Objective Skills Clinical Examination: Every Day in the Field of Practice

Molly S. Clark, PhD, ABPP

Fam Med. 2019;51(5):364-365.

DOI: 10.22454/FamMed.2019.385110

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Book Title: Objective Skills Clinical Examination: Every Day in the Field of Practice

Book Author: David R.L. Cawthorpe

Publication Information: Calgary, Alberta, Canada, self-published, 2018, 69 pp., $39, paperback

If you are an educator in a medical school or within a graduate medical education program, there is seemingly no shortage of books, presentations, and forums discussing how to efficiently and adequately provide meaningful educational experiences for our learners. Educators across these spectrums have likely utilized Objective Skills Clinical Examinations (OSCEs) in an attempt to measure a broad range of learner skills, and at a minimum medical students must complete the Step II Clinical Skills exam. Therefore, exposure to OSCEs are inevitable for medical students. As an educator in family medicine, the OSCE has been a valuable tool to evaluate residents’ performance during the intern year and at times to fine tune a particular skill in a safe, controlled environment. However, the downside to OSCEs is that they do take a great deal of time and resources to implement. This naturally leads to the question of how we might create an OSCE-like experience in our clinical settings and utilize the results for our learners while minimizing the expense and resources to develop the simulation. Therefore, when I discovered this book, I immediately had a context in mind about how it would be helpful in adapting my notion of an OSCE to everyday practice.

David Cawthorpe, PhD, an educator in epidemiology and psychiatry, attempts to answer this natural question in his book. The book is self-published, and reads as a research study completed by the author related to the data surrounding the use of the Treatment Response and Client Tracking (TRACT) method.1 As Cawthorpe describes, the TRACT method allows for preceptors and learners to enter nonidentifiable patient data into an iPad application and track the patient history, treatment, and outcomes. The benefit to the learner is to compare their diagnoses and treatments to that of upper-level residents and preceptors and to track the patient progress over time. Preceptors and learners can also compare their treatment outcomes to the standard of care. The TRACT method and application is an attempt to provide the information gathered by an OSCE in a real-time, real-life patient setting. The benefits of this method are that the experiences are true patient scenarios, do not have to be developed, and that there are no costs of hosting and recording them in an artificial spaces. According to the author, the TRACT method was included in the World Health Organization’s (WHO) New and Emerging Health Technologies publication.2

While the concept of the TRACT method is intriguing, there are issues of accessibility, training, privacy, and application that would need to be addressed. For example, readers may be slightly disappointed to find they would have to purchase the iPad application in order to fully understand the model discussed in the book. While the appendix provides a pictorial of the application and a user manual, the application was not readily downloadable in the iPad application store. Therefore, readers are unable to walk through the application as they are reading to grasp the concepts described in the book. If educators are excited about the TRACT method, they may find it difficult to adapt and adopt. For example, there may be legal and compliance restrictions within various institutions related to the data that is entered into the application along with concerns about security of devices that are utilizing the application. In addition, the data has the potential to be exported and emailed, which could create more examination into the security of patient data, although deidentified. If educational programs were granted permission to utilize the application, there would need to be training efforts to introduce the method into the existing educational structure. Unfortunately, the author did not provide much guidance on how programs could reform their educational structure to utilize the TRACT method.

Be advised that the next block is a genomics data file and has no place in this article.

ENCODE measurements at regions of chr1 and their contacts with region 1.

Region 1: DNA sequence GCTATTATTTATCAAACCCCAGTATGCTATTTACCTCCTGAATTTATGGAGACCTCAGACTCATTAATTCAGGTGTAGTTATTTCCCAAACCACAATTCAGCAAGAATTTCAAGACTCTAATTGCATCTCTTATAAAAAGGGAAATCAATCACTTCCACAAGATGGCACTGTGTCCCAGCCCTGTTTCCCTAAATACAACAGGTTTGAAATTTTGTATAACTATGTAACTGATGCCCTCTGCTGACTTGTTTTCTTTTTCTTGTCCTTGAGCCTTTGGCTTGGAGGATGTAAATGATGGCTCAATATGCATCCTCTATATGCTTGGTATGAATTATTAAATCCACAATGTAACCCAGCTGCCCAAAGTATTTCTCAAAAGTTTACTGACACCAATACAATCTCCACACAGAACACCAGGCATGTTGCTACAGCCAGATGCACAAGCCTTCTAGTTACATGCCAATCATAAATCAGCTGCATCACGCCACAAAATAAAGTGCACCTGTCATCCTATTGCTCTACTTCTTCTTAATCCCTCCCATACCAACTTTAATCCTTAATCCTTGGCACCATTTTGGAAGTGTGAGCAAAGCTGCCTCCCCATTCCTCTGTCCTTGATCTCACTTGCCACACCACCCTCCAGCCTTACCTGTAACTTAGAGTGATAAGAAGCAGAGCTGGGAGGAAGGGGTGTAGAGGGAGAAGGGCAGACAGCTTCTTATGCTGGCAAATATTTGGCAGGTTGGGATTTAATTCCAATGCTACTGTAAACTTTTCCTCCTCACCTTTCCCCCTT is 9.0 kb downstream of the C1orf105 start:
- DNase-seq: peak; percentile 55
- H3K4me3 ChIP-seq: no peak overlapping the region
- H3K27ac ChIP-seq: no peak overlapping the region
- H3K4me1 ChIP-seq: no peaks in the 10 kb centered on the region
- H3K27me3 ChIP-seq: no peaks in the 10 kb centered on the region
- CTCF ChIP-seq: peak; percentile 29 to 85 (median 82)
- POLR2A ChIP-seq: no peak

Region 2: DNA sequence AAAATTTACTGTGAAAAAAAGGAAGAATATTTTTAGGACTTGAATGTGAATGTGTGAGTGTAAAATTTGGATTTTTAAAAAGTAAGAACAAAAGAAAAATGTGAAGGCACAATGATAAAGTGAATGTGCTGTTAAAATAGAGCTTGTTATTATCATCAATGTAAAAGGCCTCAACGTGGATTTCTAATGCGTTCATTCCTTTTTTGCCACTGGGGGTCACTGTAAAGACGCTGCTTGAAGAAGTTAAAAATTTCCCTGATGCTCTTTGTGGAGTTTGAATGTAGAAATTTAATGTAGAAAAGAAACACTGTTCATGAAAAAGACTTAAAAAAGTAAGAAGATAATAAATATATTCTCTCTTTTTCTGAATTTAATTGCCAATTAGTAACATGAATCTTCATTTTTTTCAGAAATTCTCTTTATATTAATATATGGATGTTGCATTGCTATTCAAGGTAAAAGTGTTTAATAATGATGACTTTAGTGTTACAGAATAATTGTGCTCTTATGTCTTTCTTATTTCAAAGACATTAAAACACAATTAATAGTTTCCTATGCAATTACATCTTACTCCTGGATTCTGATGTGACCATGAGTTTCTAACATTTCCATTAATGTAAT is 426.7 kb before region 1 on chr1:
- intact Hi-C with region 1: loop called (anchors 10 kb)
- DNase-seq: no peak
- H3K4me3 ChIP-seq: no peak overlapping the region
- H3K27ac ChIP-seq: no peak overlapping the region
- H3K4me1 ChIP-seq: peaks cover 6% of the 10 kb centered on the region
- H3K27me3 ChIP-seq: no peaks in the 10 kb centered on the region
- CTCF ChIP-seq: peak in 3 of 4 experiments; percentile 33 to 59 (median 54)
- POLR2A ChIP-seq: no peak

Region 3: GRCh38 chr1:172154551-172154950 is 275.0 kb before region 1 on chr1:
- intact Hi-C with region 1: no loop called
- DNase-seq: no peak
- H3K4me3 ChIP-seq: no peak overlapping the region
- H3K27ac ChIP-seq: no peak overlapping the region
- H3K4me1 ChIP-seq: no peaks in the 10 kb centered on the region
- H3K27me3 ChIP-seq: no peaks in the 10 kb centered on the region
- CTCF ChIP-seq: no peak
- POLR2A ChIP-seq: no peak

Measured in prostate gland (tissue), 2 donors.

In sum, I approached the text with excitement about how I could utilize an OSCE-like method with my residents. It was a quick read and the TRACT method itself is an interesting concept that may prove beneficial if adopted in the educational environment. However, there are a number of additional resources that would be required for its implementation, and the text provides little information related to adoption of the method. The text does provide the data that the TRACT method has gathered and presents this data in the form of a research study. As a reader, this was not exactly what I expected from the book. Furthermore, without access to the TRACT application, the book alone does not provide the information needed for an educator to implement the model. With these points in mind, educators may still benefit from the knowledge of such an application and model.


  1. Cawthorpe DRL. Objective Skills Clinical Examination: Every Day in the Field of Practice. Calgary, AB, Canada: self-published; 2018.
  2. Cawthorpe DRL, Lauchlan M. Treatment response software application. In: Compendium of New and Emerging Health Technologies. Geneva: WHO; 2011:54. Accessed February 22, 2019.

Lead Author

Molly S. Clark, PhD, ABPP

Affiliations: University of Mississippi Medical Center, Jackson, MS

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